For reversal and remandment -- Chief Justice Hughes, Justices Mountain, Sullivan, Pashman, Clifford and Schreiber and Judge Conford. For affirmance -- None. The opinion of the Court was delivered by Schreiber, J.
This malicious prosecution suit arises out of a day at the seashore.
On July 7, 1971 the plaintiff Diane S. Lind, her 12-year-old son George, and her mother and father, the plaintiff Helen Sprecher and Henry Sprecher, all of whom lived in and about Philadelphia, decided to spend the day at Surf City, New Jersey. En route home at about 6:30 P.M. they stopped for dinner at the Dutchman's Restaurant in Manahawkin.
The proprietors were Joan Schmid, the defendant, and her husband Robert.
The four patrons were seated promptly and serviced by the waitress, Karen Hackett. After taking the orders, she placed bread, butter and four salads on the table, which were promptly eaten. Then came the entrees. Mrs. Lind and Mrs. Sprecher had broiled striped bass. Mr. Sprecher had weiner schnitzel, and George lobster tails. Mrs. Sprecher objected to the baked potato because it was raw and Miss Hackett replaced that with a mashed variety. When Mrs. Sprecher and Mrs. Lind had taken a bite or two of the fish, both exclaimed that the fish did not taste good and was inedible. Their complaint to the waitress led to Joan Schmid, who was acting as hostess, being summoned. Upon being advised of the complaint, Mrs. Schmid retorted that the fish was fresh and there could not be anything wrong with it. She was asked to sample the fish, but stated she was not hungry since she already had had her dinner, and walked away.
The plaintiffs, saying they did not propose to pay for food not eaten, asked waitress Hackett for the bill. She made out the check for all the ordered food. It totalled $14. Mr. Sprecher and George Lind had eaten their meals. Mrs. Sprecher took $6 from her husband, attached it to the bill, and, with her daughter Mrs. Lind, approached Mrs. Schmid.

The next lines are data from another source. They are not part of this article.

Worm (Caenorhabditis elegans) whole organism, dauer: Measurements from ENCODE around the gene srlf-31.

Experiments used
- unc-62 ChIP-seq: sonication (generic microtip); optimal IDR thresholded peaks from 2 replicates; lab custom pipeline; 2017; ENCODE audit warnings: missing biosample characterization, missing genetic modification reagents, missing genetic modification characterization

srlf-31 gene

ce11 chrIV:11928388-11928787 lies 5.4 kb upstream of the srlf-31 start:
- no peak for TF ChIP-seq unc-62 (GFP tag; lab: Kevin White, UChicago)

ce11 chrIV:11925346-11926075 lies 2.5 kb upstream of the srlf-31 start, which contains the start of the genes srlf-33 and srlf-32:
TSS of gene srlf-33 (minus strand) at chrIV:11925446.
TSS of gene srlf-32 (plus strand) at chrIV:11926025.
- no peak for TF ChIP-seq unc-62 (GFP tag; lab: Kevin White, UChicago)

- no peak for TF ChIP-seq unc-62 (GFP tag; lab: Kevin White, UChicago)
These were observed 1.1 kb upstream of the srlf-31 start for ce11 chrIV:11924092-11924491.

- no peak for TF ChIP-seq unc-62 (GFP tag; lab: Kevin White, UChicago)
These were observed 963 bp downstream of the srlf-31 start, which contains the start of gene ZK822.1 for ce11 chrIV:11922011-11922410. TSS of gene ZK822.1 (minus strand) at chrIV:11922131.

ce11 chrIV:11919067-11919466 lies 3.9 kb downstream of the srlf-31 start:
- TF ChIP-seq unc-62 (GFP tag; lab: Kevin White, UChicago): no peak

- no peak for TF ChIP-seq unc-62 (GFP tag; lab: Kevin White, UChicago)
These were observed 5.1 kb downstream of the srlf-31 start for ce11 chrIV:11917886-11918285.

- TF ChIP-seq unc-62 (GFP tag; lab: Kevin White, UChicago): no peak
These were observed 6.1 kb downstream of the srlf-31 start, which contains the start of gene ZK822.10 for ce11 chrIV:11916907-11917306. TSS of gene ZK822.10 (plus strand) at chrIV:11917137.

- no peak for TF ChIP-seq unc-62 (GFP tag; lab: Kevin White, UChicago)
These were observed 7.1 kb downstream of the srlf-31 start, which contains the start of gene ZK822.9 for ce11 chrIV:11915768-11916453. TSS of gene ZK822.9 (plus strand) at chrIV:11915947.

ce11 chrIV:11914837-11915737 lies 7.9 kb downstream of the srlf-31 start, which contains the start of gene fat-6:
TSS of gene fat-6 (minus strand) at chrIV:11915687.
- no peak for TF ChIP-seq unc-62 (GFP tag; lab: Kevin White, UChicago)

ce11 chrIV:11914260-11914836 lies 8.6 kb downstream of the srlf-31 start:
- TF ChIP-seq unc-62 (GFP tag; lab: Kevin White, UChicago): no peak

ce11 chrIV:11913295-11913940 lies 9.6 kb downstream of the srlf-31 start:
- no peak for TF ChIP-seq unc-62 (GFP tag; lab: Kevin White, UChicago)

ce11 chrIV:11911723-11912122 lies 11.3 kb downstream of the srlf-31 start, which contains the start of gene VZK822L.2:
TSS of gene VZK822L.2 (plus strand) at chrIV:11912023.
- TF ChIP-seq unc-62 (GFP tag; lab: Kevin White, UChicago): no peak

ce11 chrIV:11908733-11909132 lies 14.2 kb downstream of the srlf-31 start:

Mrs. Sprecher and Mrs. Lind told Mrs. Schmid they would only pay for the food which had been eaten and gave her the bill and the $6, an amount they had calculated to be the correct sum. Mrs. Schmid replied that was not possible and she would have to call the police. Mrs. Sprecher retorted that was fine, bring the police. Mrs. Sprecher and Mrs. Lind were escorted to the bar where Mr. Schmid worked. Mrs. Schmid gave her husband the check and the $6. He telephoned the police. There mother and daughter waited for some 25 to 30 minutes, until Stafford Township Police Officer John Shapley arrived.
Officer Shapley drove Mrs. Schmid, Mrs. Sprecher and Mrs. Lind to the office of the Clerk of Long Beach Township. There Joan Schmid signed a complaint charging Helen Sprecher and Diane S. Lind with violation of N.J.S.A. 2A:170-47. The statute provides that any person who obtains food at a restaurant with intent to defraud the owner is a disorderly person. The Clerk fixed bail at $200 for each. Since Mr. Sprecher had only some $80, he returned to Philadelphia to acquire the balance. In the meantime Mrs. Sprecher and Mrs. Lind were escorted to and detained at the County Jail at Toms River. There they remained from 8:30 P.M. until 3:30 A.M. when Mr. Sprecher returned and bailed them out.
The municipal magistrate heard the matter six days later. At the trial Robert Schmid did not testify, but a James Stavish, a bartender at the restaurant, and a Joseph Stengel did. Stavish and Stengel said that they tasted the fish about 8:30 P.M. and that it was cold but suitable. Mrs. Schmid also tasted the fish on her return and asserted it was edible. Although the judge concluded that "the testimony is clear from what the mother and daughter said that the food wasn't fit to eat,' and he made no factual findings to justify a conclusion that the defendants obtained the food with an intent to defraud the owner, he found both guilty because they should have paid for the food and sued the restaurant and they did not order "additional food.'
On the trial de novo before the County Court conducted on the municipal court transcript the judge found that the cost of Henry Sprecher's and George Lind's meals had been paid, that the refusal to pay the balance of the bill was because the women truly believed the fish was inedible, and that the people had the money to pay for the food and did not try to "sneak out' without paying. The convictions were reversed because the State had "not met its burden of proof to show . . . ...